Facing a moment with no historical precedent, the United States needs to recalibrate to deal with two nuclear peers in China and Russia—and to modernize its entire nuclear enterprise, a top general with U.S. Strategic Command warned Feb. 7.
Air Force Maj. Gen. Ferdinand B. Stoss, STRATCOM director of plans and policy, issued his warning while appearing virtually at the 2022 Nuclear Deterrence Summit. Speaking to an audience of industry officials, academics, and others, Stoss painted a picture of a strategic environment that, in some ways, goes beyond even what the U.S. faced during the Cold War.
“I think we can agree that the United States, our allies, our partners—we have not faced this type of threat in over 30 years,” he said. “And not just a threat, though. Like I mentioned before, this is the first time ever that we have a three-party nuclear peer dynamic. And we have no history of this. This is epic. And I don’t think we’ve fully dealt with all the ramifications that this is going to have as we march into the future, but we absolutely need to.”
For decades now, Stoss added, the U.S. has been engaged in conflicts in which it could mostly control the level of violence. Now, however, that’s changed.
“Today, both Russia and China have the capability to unilaterally escalate at any level of violence, across any domain, into any geographic location, … and to do so at a time of their choosing,” Stoss said.
The Russians are building “everything from their … hypersonic anti-ship vehicles to their Skyfall nuclear-powered intercontinental-range cruise missiles,” Stoss said. “I’ve heard others opine, they call it a ‘flying Chernobyl.’ And it’s not far from the truth, what with their safety, or lack thereof, with that capability.”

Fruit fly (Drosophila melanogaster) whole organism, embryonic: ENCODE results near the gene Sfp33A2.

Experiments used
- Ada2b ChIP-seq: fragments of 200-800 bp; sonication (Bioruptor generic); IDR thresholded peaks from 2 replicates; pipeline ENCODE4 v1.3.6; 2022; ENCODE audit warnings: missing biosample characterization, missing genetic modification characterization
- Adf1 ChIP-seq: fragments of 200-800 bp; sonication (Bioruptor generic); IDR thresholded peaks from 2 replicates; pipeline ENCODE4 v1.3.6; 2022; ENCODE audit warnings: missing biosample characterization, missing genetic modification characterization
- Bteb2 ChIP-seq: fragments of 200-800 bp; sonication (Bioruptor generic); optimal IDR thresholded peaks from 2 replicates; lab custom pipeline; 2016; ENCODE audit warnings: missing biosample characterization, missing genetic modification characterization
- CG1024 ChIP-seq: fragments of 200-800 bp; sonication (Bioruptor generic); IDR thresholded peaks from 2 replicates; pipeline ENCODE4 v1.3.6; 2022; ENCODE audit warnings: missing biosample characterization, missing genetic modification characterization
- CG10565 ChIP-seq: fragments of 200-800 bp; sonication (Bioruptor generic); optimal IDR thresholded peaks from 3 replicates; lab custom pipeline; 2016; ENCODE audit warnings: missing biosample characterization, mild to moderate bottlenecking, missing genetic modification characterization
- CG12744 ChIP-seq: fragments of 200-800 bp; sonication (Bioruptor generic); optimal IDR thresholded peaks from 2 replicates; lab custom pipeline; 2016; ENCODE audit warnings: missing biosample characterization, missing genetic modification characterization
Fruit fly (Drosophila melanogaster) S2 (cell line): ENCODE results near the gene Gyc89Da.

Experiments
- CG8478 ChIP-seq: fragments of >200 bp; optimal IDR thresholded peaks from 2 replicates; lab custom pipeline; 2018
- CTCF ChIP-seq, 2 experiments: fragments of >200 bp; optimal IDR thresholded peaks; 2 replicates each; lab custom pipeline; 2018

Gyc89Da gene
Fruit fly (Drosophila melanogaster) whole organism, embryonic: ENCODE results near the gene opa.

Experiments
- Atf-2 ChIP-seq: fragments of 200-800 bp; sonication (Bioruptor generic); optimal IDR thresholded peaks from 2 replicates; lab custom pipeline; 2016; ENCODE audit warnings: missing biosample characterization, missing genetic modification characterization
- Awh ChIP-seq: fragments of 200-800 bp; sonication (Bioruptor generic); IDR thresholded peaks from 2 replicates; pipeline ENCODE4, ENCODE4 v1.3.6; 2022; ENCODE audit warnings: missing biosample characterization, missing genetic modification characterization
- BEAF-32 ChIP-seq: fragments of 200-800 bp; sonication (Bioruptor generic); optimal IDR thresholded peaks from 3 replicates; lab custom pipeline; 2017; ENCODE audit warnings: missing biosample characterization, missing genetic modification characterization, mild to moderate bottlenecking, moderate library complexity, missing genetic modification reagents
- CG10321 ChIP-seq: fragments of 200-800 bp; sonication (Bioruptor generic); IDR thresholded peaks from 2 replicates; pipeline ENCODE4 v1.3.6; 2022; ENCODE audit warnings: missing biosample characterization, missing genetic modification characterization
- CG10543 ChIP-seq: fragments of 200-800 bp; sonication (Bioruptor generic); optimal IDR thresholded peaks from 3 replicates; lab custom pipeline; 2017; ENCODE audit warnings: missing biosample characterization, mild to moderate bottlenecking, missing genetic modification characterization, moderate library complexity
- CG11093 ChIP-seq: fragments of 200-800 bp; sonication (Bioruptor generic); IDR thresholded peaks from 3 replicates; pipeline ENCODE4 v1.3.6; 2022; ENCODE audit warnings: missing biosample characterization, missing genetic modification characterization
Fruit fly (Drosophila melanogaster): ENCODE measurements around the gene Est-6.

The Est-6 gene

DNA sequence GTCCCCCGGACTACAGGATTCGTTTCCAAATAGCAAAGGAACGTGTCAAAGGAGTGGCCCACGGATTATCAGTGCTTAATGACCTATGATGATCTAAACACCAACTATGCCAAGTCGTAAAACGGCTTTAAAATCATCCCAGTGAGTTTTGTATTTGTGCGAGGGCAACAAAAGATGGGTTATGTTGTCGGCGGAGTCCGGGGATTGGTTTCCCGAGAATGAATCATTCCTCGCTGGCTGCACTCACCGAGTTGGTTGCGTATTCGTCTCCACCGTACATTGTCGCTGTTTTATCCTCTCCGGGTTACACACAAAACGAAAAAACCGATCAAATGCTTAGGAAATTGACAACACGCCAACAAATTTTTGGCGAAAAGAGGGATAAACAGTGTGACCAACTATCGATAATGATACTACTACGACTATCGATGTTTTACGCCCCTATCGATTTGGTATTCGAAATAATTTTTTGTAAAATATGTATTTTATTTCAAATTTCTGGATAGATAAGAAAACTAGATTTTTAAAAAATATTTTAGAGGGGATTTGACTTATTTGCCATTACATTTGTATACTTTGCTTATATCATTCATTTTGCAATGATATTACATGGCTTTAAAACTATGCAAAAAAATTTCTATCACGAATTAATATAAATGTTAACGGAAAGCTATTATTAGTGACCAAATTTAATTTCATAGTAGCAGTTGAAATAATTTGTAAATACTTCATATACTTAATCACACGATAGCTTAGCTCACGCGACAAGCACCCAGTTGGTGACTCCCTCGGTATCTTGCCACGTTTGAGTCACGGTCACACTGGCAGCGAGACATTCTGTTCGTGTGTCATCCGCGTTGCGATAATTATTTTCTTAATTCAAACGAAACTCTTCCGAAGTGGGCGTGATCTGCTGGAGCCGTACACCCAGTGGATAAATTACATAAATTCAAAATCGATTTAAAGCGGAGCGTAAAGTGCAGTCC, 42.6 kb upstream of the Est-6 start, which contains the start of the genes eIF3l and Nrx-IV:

China, meanwhile, is building up its own capabilities in a manner that Stoss called “breathtaking,” echoing the words of his boss, commander of U.S. Strategic Command Adm. Charles “Chas” A. Richard.
Throughout the summer and fall of 2021, satellite images revealed that the Chinese were building hundreds of missile silos, and the Pentagon’s own report on Chinese military power estimated that China could possess 1,000 nuclear weapons by 2030, a number Stoss repeated.
“’Why are they doing this strategic breakout?’ Well, we don’t exactly know. They are very opaque as to what they are doing with nuclear, and they always have been,” Stoss said. “But, you know, perhaps this is just one more brick to put into the wall to cement their capacity to play a much bolder role, certainly in the region and around the world, and they think that they need this nuclear underpinning.”
What’s important to remember, Stoss added, is that this kind of growth doesn’t happen by accident or without heavy planning and investment.
“To be sure, to have this type of a breakout and the capabilities they’re bringing online would have taken them years to plan, to develop, and then to actually build,” Stoss said.
The Pentagon, on the other hand, is in the midst of trying to develop a host of new programs, including the Ground Based Strategic Deterrent, the Long-range Standoff Weapon, the B-21 bomber, the Columbia-class submarine, and a new nuclear command, control and communications (NC3) network.
The need to modernize so many different capabilities at the same time, Stoss said, is something the U.S. brought on itself.
“One common thread that I think we have across the department: The three legs of the triad, our NC3, and our nuclear weapons complex is, we took a knee on these systems,” Stoss said. “And, unfortunately, now that we’ve taken that knee and we’ve accepted these risks, we’ve found that … we no longer have the option to take that risk, that we’re doing just-in-time modernization, really across the board. That may not be applicable to each and every system, but it certainly is when you look at the whole.”